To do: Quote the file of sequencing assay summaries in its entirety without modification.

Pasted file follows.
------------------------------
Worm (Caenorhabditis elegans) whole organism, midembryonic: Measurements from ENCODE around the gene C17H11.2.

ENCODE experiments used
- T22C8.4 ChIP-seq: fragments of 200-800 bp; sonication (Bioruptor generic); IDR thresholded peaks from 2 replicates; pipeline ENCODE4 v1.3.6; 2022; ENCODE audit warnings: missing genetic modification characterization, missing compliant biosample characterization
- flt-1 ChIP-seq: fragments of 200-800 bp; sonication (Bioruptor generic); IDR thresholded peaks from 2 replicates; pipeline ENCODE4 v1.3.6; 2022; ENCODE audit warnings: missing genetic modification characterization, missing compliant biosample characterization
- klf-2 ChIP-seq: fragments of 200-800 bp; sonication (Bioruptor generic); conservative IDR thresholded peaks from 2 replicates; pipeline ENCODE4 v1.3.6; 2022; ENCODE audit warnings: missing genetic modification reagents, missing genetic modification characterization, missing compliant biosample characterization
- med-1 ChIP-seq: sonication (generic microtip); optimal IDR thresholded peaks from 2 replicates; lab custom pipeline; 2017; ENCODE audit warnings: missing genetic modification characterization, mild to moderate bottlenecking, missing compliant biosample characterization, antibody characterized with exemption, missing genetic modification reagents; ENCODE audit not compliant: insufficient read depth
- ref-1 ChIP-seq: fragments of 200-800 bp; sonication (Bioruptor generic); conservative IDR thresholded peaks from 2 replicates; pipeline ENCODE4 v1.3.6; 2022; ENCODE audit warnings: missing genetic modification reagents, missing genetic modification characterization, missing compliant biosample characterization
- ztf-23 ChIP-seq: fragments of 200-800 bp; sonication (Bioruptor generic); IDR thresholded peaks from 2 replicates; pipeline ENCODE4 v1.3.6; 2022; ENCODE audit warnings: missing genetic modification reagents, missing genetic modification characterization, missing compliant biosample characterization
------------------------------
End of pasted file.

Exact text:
Worm (Caenorhabditis elegans) whole organism, midembryonic: Measurements from ENCODE around the gene C17H11.2.

ENCODE experiments used
- T22C8.4 ChIP-seq: fragments of 200-800 bp; sonication (Bioruptor generic); IDR thresholded peaks from 2 replicates; pipeline ENCODE4 v1.3.6; 2022; ENCODE audit warnings: missing genetic modification characterization, missing compliant biosample characterization
- flt-1 ChIP-seq: fragments of 200-800 bp; sonication (Bioruptor generic); IDR thresholded peaks from 2 replicates; pipeline ENCODE4 v1.3.6; 2022; ENCODE audit warnings: missing genetic modification characterization, missing compliant biosample characterization
- klf-2 ChIP-seq: fragments of 200-800 bp; sonication (Bioruptor generic); conservative IDR thresholded peaks from 2 replicates; pipeline ENCODE4 v1.3.6; 2022; ENCODE audit warnings: missing genetic modification reagents, missing genetic modification characterization, missing compliant biosample characterization
- med-1 ChIP-seq: sonication (generic microtip); optimal IDR thresholded peaks from 2 replicates; lab custom pipeline; 2017; ENCODE audit warnings: missing genetic modification characterization, mild to moderate bottlenecking, missing compliant biosample characterization, antibody characterized with exemption, missing genetic modification reagents; ENCODE audit not compliant: insufficient read depth
- ref-1 ChIP-seq: fragments of 200-800 bp; sonication (Bioruptor generic); conservative IDR thresholded peaks from 2 replicates; pipeline ENCODE4 v1.3.6; 2022; ENCODE audit warnings: missing genetic modification reagents, missing genetic modification characterization, missing compliant biosample characterization
- ztf-23 ChIP-seq: fragments of 200-800 bp; sonication (Bioruptor generic); IDR thresholded peaks from 2 replicates; pipeline ENCODE4 v1.3.6; 2022; ENCODE audit warnings: missing genetic modification reagents, missing genetic modification characterization, missing compliant biosample characterization